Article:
I’m glad someone’s brave enough to raise this controversial topic. I don’t get people who think procreation is some sort of inalienable right.

    Surely the difficulty would be enforcing this and there’s risks of going too far. However, if we cannot do this, why do we even bother having laws against murder, theft, etc? Surely those laws have helped keep civilisation together. And a law against irresponsible breeding by irresponsible people would surely prevent some harm as well.

    Of course, first society needs to shift from the mindset that “having a child is the most wonderful and fulfilling experience in life”.

  2. Hmmm….this is a thorny topic. Are you dancing around forced sterilization for birth mothers who cannot care for their children, expose them to physical/emotional trauma, or take drugs like meth that damage the unborn? I would not approve of this for teenagers, who have the capacity to recover from their problems and be effective mothers ten years later, for example.

    Were we to instead, for example, imprison such birth mothers, the outcome would not be good, given our deplorable prison systems and the general over-criminalization of people in our society.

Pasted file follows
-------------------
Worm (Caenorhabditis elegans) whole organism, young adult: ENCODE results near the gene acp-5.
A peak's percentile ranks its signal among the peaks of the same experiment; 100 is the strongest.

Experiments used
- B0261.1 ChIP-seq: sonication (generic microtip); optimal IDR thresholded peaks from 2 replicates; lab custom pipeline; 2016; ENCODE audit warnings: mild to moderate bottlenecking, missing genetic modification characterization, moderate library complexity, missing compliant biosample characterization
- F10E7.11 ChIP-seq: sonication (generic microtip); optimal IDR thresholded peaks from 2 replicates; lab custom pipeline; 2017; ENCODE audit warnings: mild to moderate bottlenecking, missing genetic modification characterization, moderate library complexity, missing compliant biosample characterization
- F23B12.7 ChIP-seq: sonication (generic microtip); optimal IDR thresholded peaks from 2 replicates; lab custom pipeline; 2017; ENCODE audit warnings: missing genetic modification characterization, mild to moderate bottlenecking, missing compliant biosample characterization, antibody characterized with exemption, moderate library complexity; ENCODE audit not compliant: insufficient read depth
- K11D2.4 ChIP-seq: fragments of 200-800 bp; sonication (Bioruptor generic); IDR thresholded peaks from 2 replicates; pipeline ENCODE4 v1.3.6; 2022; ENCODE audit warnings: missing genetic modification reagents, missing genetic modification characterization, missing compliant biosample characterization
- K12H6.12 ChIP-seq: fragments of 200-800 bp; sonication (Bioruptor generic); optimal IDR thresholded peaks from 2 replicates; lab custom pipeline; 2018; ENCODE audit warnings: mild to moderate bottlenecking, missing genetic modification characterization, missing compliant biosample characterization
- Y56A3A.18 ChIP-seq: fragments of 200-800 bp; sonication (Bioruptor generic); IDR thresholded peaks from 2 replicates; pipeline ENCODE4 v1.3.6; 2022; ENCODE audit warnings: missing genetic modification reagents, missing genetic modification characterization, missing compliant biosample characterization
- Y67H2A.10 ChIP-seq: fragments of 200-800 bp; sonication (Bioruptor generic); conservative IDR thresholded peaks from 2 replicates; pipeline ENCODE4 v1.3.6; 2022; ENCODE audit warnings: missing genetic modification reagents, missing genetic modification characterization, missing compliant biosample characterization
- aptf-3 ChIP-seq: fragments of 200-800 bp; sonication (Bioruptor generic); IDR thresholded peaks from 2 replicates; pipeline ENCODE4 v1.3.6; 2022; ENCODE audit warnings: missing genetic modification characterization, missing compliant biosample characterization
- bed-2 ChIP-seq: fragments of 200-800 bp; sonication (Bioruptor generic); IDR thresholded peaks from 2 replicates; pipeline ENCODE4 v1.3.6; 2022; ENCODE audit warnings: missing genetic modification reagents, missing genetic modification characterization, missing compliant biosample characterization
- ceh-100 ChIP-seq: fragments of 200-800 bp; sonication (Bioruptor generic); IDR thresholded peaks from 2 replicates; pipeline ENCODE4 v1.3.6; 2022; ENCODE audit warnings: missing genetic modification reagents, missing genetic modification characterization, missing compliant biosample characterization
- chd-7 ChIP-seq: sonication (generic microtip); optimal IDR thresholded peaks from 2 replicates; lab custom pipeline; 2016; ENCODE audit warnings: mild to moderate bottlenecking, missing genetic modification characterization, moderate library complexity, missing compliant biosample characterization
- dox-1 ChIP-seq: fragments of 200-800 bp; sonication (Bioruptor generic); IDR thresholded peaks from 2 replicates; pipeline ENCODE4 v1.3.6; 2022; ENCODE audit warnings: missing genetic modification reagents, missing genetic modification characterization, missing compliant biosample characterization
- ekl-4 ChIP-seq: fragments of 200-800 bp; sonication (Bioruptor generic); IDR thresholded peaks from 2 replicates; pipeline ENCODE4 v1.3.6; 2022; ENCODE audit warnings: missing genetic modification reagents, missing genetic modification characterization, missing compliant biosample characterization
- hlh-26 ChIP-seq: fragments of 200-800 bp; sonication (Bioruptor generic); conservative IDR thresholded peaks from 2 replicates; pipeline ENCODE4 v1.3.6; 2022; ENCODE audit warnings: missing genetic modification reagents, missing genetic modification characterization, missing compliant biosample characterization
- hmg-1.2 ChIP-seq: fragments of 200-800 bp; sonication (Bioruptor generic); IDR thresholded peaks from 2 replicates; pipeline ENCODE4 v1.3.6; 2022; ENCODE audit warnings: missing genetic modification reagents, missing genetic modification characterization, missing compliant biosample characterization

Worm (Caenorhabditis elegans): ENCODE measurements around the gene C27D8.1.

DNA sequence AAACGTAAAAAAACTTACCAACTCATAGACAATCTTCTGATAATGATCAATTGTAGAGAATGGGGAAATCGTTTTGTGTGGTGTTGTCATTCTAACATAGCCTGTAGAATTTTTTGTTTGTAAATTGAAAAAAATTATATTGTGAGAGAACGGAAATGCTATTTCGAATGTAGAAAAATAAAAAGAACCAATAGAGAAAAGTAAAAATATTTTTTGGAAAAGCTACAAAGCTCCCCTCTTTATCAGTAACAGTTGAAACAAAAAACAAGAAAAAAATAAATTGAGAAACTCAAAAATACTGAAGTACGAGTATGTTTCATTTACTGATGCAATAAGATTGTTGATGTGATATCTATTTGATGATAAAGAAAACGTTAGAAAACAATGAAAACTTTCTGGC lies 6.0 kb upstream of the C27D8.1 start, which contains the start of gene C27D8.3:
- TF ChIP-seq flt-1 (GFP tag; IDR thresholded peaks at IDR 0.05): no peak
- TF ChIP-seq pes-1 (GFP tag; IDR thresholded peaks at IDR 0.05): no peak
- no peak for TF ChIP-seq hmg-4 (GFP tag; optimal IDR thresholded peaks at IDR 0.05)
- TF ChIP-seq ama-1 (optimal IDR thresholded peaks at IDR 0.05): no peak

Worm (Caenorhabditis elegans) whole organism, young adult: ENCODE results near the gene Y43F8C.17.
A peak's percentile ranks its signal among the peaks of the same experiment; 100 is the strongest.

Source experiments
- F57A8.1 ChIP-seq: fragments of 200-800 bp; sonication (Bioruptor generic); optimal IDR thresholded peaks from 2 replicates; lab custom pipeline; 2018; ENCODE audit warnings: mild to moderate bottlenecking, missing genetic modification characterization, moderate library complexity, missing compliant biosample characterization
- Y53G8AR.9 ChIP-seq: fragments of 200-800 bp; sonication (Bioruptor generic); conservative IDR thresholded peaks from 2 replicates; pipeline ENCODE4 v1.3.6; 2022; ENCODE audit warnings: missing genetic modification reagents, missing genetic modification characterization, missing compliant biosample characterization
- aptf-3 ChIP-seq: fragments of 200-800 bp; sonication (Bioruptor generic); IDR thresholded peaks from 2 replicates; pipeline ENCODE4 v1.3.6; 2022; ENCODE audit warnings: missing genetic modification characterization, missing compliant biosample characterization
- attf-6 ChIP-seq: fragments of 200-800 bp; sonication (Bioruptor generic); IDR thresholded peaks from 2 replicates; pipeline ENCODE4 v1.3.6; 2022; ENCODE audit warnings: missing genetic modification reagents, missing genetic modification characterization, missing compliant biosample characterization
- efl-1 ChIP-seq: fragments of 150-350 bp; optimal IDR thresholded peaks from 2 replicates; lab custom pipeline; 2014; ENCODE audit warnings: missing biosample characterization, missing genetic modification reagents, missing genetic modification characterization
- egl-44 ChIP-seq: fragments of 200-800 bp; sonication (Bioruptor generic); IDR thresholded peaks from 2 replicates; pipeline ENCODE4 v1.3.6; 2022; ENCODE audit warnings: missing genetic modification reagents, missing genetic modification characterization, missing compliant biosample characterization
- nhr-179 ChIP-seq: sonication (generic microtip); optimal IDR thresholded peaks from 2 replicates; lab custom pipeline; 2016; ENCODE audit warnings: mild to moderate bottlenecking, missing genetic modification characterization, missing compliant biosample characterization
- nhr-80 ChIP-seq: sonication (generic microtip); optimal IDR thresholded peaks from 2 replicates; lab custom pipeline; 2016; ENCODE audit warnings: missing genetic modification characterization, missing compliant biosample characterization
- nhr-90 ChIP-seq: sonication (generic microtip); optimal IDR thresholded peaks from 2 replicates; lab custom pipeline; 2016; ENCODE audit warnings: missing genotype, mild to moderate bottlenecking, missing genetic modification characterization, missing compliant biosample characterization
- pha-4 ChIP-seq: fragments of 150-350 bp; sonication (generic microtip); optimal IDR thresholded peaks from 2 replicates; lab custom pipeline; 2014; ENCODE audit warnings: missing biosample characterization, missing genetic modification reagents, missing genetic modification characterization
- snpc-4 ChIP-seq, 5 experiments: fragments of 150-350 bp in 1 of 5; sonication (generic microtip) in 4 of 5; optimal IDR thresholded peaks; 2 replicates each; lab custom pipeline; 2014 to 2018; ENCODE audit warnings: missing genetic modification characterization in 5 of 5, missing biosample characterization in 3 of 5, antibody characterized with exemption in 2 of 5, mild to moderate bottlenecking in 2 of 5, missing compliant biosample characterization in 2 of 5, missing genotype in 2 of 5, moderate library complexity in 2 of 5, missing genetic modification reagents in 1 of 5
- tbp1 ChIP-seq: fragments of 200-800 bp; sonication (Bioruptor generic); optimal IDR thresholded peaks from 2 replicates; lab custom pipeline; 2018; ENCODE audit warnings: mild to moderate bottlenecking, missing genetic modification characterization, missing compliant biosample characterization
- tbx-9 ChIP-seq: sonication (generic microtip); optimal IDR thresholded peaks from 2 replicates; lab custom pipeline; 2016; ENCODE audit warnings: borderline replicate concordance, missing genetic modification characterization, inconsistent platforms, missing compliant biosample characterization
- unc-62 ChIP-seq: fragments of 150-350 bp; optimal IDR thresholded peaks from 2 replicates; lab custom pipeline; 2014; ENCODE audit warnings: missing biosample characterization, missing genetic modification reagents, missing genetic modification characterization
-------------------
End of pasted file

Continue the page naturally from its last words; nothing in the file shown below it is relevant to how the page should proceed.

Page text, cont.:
We could simply prohibit these women from conceiving for the next x number of years, but what would be the practicality and cost of enforcement?

    I don’t have answers, but agree with you that the topic is important

  3. I agree that this truly is an important topic, albeit controversial! But I must say I have little faith in the U.S. to do much if anything about this situation. At least not for probably a DECADE or more from now! Seeing this country’s intense and relentless turning back of the clock on BC and a Woman’s Right to Choose, any laws that tried to stop women/girls from reproducing for ANY reason, would be fought against by Conservatives with the ‘Wrath of GOD’! Pathetic isn’t it.

  4. How true. Just think of the burdens these unfortunate kids have to live with, as well as the burdens on society.
    Thanks to all for your input.